15. The TREAT-NMD DMD Global Database: analysis of more than 7,000 Duchenne muscular dystrophy mutations.

    PubMed

    Bladen, Catherine L; Salgado, David; Monges, Soledad; Foncuberta, Maria E; Kekou, Kyriaki; Kosma, Konstantina; Dawkins, Hugh; Lamont, Leanne; Roy, Anna J; Chamova, Teodora; Guergueltcheva, Velina; Chan, Sophelia; Korngut, Lawrence; Campbell, Craig; Dai, Yi; Wang, Jen; Barišić, Nina; Brabec, Petr; Lahdetie, Jaana; Walter, Maggie C; Schreiber-Katz, Olivia; Karcagi, Veronika; Garami, Marta; Viswanathan, Venkatarman; Bayat, Farhad; Buccella, Filippo; Kimura, En; Koeks, Zaïda; van den Bergen, Janneke C; Rodrigues, Miriam; Roxburgh, Richard; Lusakowska, Anna; Kostera-Pruszczyk, Anna; Zimowski, Janusz; Santos, Rosário; Neagu, Elena; Artemieva, Svetlana; Rasic, Vedrana Milic; Vojinovic, Dina; Posada, Manuel; Bloetzer, Clemens; Jeannet, Pierre-Yves; Joncourt, Franziska; Díaz-Manera, Jordi; Gallardo, Eduard; Karaduman, A Ayşe; Topaloğlu, Haluk; El Sherif, Rasha; Stringer, Angela; Shatillo, Andriy V; Martin, Ann S; Peay, Holly L; Bellgard, Matthew I; Kirschner, Jan; Flanigan, Kevin M; Straub, Volker; Bushby, Kate; Verschuuren, Jan; Aartsma-Rus, Annemieke; Béroud, Christophe; Lochmüller, Hanns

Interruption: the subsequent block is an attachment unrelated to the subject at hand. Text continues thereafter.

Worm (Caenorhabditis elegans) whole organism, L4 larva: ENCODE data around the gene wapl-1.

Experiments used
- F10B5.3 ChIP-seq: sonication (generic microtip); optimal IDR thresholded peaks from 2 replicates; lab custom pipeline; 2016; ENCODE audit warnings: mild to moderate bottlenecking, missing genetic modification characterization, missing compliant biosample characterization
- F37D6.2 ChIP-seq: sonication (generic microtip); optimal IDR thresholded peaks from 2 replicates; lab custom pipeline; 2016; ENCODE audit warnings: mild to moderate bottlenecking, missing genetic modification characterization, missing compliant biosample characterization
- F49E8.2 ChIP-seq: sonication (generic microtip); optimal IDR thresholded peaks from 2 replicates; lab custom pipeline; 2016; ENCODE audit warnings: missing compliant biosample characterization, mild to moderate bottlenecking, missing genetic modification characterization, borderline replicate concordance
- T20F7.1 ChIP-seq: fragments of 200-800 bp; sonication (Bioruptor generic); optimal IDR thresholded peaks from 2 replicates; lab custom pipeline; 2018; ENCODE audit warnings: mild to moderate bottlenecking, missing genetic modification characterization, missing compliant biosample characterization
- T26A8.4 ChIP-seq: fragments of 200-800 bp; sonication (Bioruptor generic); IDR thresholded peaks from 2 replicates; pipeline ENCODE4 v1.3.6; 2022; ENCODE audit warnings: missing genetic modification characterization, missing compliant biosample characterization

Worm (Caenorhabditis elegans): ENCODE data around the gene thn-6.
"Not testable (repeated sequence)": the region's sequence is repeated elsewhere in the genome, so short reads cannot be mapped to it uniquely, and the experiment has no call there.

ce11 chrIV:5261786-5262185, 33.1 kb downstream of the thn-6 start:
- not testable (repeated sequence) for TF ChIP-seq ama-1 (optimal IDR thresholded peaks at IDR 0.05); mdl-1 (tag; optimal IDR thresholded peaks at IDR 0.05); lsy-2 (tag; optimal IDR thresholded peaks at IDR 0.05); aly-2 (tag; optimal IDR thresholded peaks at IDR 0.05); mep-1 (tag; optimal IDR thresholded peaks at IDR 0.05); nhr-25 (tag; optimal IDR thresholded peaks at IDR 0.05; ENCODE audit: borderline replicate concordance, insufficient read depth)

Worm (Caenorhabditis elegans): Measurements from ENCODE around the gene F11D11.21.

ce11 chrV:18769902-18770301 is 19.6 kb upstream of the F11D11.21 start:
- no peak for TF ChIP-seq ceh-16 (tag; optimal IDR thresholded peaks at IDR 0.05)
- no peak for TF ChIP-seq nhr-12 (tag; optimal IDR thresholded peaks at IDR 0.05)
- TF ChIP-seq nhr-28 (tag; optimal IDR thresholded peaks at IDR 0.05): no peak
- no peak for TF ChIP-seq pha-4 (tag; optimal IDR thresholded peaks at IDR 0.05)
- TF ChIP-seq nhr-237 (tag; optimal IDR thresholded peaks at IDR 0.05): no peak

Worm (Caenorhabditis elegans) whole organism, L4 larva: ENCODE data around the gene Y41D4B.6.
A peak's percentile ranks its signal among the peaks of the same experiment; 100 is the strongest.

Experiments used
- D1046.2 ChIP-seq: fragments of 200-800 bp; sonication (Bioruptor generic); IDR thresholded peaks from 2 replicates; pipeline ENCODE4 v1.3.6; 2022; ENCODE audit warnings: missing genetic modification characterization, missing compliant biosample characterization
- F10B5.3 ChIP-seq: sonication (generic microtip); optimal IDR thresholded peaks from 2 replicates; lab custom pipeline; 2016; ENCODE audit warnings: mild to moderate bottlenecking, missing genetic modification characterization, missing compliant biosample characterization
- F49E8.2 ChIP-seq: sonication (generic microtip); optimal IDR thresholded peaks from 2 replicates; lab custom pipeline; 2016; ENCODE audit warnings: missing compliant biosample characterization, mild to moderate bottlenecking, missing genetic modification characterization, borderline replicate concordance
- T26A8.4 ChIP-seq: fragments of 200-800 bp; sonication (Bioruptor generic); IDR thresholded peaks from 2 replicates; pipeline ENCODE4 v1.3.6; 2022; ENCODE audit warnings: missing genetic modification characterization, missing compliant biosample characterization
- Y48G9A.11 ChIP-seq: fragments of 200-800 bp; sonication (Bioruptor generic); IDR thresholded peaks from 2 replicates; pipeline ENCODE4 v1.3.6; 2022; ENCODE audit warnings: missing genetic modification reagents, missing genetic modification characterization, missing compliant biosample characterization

2015-04-01

    Analyzing the type and frequency of patient-specific mutations that give rise to Duchenne muscular dystrophy (DMD) is an invaluable tool for diagnostics, basic scientific research, trial planning, and improved clinical care. Locus-specific databases allow for the collection, organization, storage, and analysis of genetic variants of disease. Here, we describe the development and analysis of the TREAT-NMD DMD Global database (http://umd.be/TREAT_DMD/). We analyzed genetic data for 7,149 DMD mutations held within the database. A total of 5,682 large mutations were observed (80% of total mutations), of which 4,894 (86%) were deletions (1 exon or larger) and 784 (14%) were duplications (1 exon or larger). There were 1,445 small mutations (smaller than 1 exon, 20% of all mutations), of which 358 (25%) were small deletions and 132 (9%) small insertions and 199 (14%) affected the splice sites. Point mutations totalled 756 (52% of small mutations) with 726 (50%) nonsense mutations and 30 (2%) missense mutations. Finally, 22 (0.3%) mid-intronic mutations were observed. In addition, mutations were identified within the database that would potentially benefit from novel genetic therapies for DMD including stop codon read-through therapies (10% of total mutations) and exon skipping therapy (80% of deletions and 55% of total mutations). PMID:25604253

  16. Mutational characteristics of ANK1 and SPTB genes in hereditary spherocytosis.

    PubMed

    Park, J; Jeong, D-C; Yoo, J; Jang, W; Chae, H; Kim, J; Kwon, A; Choi, H; Lee, J W; Chung, N-G; Kim, M; Kim, Y

    2016-07-01